Mr. Chairman, thank you for agreeing to bring restoration of the Great Lakes to the full Committee’s attention. It has been a lifelong commitment for me.
It is a great pleasure to hold this hearing and continue what I call the “Second Battle of Lake Erie” to reclaim and restore Ohio’s Great Lake. I made a commitment to this fight nearly four decades ago as a state legislator and have continued it throughout my career. Considering that Lake Erie was once known as an international symbol of pollution and environmental degradation, it is remarkable the progress that has been made to clean it up.
The improvement of the Great Lakes is a testament to the dedication of numerous officials and groups in the region that have focused on this resource – but our work is not done. This effort has not gained the attention nationally or internationally that it deserves and needs.
Shared by eight U.S. states and one Canadian province, the Great Lakes watershed is the largest system of surface freshwater in the world. They support a wide array of wildlife and provide over 40 million people in the U.S. and Canada with drinking water, recreation, and much more. Approximately 60 percent of U.S. manufacturing is contained within the Great Lakes region. The commercial and sport fishing industry alone contributes over $4 billion annually to the nation’s economy.
A prime example of a regional issue that gained national significance is the Florida Everglades. As Chairman of the Subcommittee on Transportation and Infrastructure, I had the distinct pleasure of working on the Comprehensive Everglades Restoration Plan. I learned from this experience that restoration requires that stakeholders have a symbiotic relationship. The Everglades plan became a reality only after everyone came together and made it a national ecological restoration project.
A 2003 report by the Government Accountability Office (GAO) clearly pointed out that this had yet to occur for the Great Lakes. Two main barriers to Great Lakes restoration were identified: lack of coordination and no strategy. I held two hearings on how to address these issues, including a field hearing by this Committee in Cleveland in August 2003.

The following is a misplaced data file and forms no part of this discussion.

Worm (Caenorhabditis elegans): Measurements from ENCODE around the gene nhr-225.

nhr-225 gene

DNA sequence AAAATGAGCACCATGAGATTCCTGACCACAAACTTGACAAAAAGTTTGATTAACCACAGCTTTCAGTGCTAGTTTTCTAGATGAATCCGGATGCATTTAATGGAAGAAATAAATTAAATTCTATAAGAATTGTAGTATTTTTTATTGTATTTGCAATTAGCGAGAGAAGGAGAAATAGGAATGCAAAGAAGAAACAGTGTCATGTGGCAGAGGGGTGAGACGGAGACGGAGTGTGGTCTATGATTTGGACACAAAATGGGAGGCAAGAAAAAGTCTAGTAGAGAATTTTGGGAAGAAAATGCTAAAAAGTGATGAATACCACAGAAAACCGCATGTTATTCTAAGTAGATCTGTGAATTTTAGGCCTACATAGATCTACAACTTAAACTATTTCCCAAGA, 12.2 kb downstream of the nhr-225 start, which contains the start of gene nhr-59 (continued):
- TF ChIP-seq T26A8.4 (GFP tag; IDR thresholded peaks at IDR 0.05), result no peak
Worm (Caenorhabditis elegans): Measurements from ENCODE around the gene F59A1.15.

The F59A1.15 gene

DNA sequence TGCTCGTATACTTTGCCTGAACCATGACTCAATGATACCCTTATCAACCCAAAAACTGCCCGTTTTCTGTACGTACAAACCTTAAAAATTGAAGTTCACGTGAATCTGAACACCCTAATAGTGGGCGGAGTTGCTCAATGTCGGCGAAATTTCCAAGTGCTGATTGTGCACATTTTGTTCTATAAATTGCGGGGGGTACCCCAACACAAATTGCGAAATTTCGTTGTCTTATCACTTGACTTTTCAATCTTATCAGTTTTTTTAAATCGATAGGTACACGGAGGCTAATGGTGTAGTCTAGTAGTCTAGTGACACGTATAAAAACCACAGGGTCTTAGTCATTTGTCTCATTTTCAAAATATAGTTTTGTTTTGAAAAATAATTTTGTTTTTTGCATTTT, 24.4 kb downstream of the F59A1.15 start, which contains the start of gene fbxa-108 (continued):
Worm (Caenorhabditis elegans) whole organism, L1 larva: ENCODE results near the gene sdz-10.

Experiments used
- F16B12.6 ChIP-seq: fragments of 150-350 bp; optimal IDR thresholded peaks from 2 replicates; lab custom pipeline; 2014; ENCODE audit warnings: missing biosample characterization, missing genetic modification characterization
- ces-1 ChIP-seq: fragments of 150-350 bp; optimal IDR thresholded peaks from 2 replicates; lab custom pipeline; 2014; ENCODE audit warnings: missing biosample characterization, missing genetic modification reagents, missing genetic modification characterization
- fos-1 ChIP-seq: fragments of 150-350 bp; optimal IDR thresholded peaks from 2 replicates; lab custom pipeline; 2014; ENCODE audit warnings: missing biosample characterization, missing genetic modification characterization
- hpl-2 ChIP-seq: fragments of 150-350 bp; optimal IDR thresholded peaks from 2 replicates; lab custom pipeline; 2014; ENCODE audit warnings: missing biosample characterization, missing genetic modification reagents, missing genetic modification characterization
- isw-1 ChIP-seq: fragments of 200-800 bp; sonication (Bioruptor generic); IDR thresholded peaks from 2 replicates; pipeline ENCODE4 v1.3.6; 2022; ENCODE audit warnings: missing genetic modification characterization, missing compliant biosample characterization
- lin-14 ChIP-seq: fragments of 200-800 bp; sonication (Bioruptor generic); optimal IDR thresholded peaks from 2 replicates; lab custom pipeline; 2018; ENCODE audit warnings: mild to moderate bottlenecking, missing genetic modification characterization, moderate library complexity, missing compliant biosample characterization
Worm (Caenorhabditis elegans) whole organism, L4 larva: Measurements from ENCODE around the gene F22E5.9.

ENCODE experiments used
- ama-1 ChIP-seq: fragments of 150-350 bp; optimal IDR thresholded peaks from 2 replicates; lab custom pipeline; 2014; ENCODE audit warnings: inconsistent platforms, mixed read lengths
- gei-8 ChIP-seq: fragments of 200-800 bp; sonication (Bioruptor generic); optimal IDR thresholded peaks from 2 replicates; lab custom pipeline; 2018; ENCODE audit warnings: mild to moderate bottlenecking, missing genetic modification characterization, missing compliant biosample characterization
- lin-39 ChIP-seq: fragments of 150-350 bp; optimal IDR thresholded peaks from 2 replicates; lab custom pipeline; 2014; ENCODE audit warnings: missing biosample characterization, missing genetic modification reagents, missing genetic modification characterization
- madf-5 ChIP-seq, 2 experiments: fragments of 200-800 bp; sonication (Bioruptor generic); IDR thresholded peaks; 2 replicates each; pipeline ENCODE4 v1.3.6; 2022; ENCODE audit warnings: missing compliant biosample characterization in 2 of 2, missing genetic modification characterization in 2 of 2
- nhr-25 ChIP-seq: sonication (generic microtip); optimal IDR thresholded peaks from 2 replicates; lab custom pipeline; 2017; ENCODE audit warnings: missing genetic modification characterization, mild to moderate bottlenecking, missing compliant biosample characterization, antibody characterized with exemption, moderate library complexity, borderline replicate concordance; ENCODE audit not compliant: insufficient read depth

These hearings convinced me that leadership was desperately needed. I personally lobbied President Bush and he responded. In May 2004, he signed an Executive Order officially recognizing the Great Lakes as a national treasure and addressing the problems identified by GAO. The Order created the Great Lakes Interagency Task Force with EPA as the chair to bring together 10 agencies and over 140 Great Lakes federal programs. Additionally, it called for the federal government to partner with state, local, tribal, and other interests in the region to establish a “regional collaboration of national significance.”
The Great Lakes Regional Collaboration met in Chicago in December 2004 and returned only one year later to release a strategy to restore and protect the Great Lakes. Our long and illustrious list of witnesses testifying today is representative of the over 1,500 people who worked in eight issue-specific strategy teams ranging from aquatic invasive species to toxic pollutants.
I welcome all of our witnesses who have taken time out of their very busy schedules to be with us. I also thank the Great Lakes Commission and the Northeast-Midwest Institute for including this hearing on the agenda for their annual “Great Lakes Day.”
While I am interested to hear how the Collaboration’s strategy will guide future restoration activities, I am particularly interested in two key points as we move forward. First, we need to examine the management of what is the biggest restoration project in the world. Who is the “orchestra leader”? How do we best coordinate an eight state, binational effort? Second, we must consider fiscal realities. What do we need to do in terms of new and existing programs at the international, federal, state, and local levels to get the biggest bang for our buck?
The Great Lakes are near and dear to my heart. I consider my battle to preserve and protect Lake Erie and all of the Great Lakes to be among the most significant of my career and of my life. A lot of great work has been done, and we must continue to work together if we are going to truly implement the restoration strategy. The decisions that we make today will determine the longevity of this national treasure that is so important to public health, the environment, our economy, and our children and grandchildren.
Again, thank you Chairman Inhofe for allowing me to hold this hearing. Thank you also to all of our witnesses. I look forward to hearing from you.